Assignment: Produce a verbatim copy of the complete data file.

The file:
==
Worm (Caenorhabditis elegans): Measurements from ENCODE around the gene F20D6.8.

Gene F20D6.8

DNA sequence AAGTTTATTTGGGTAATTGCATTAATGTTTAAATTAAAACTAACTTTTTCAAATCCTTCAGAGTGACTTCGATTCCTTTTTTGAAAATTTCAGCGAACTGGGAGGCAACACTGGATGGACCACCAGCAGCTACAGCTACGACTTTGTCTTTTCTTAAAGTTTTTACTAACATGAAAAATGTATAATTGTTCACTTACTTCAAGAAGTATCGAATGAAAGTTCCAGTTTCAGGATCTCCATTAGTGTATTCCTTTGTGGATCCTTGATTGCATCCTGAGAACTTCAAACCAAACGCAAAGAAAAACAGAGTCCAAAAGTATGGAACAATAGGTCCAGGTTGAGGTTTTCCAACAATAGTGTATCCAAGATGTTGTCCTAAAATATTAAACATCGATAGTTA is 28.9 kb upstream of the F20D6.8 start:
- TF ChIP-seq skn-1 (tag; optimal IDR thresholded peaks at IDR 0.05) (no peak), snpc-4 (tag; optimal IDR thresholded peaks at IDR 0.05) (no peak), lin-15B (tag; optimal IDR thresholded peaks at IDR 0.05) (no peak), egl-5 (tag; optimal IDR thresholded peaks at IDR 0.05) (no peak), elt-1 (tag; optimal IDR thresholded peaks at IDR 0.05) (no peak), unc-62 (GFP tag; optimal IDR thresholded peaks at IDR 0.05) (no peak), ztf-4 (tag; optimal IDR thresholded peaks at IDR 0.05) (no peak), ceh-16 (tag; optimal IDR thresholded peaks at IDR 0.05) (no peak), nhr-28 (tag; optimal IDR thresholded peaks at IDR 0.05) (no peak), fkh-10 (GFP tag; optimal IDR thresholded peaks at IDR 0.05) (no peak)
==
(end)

Worm (Caenorhabditis elegans): Measurements from ENCODE around the gene F20D6.8.

Gene F20D6.8

DNA sequence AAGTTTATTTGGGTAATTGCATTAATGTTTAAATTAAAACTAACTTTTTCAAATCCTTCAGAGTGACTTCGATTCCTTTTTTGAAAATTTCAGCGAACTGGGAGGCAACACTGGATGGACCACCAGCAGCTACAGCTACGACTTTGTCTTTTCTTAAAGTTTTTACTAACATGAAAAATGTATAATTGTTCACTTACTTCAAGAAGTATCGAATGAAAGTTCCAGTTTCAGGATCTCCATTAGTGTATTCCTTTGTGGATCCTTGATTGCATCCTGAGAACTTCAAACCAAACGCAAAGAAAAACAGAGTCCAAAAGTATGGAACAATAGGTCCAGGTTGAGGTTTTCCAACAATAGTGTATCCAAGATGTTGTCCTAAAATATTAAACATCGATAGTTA is 28.9 kb upstream of the F20D6.8 start:
- TF ChIP-seq skn-1 (tag; optimal IDR thresholded peaks at IDR 0.05) (no peak), snpc-4 (tag; optimal IDR thresholded peaks at IDR 0.05) (no peak), lin-15B (tag; optimal IDR thresholded peaks at IDR 0.05) (no peak), egl-5 (tag; optimal IDR thresholded peaks at IDR 0.05) (no peak), elt-1 (tag; optimal IDR thresholded peaks at IDR 0.05) (no peak), unc-62 (GFP tag; optimal IDR thresholded peaks at IDR 0.05) (no peak), ztf-4 (tag; optimal IDR thresholded peaks at IDR 0.05) (no peak), ceh-16 (tag; optimal IDR thresholded peaks at IDR 0.05) (no peak), nhr-28 (tag; optimal IDR thresholded peaks at IDR 0.05) (no peak), fkh-10 (GFP tag; optimal IDR thresholded peaks at IDR 0.05) (no peak)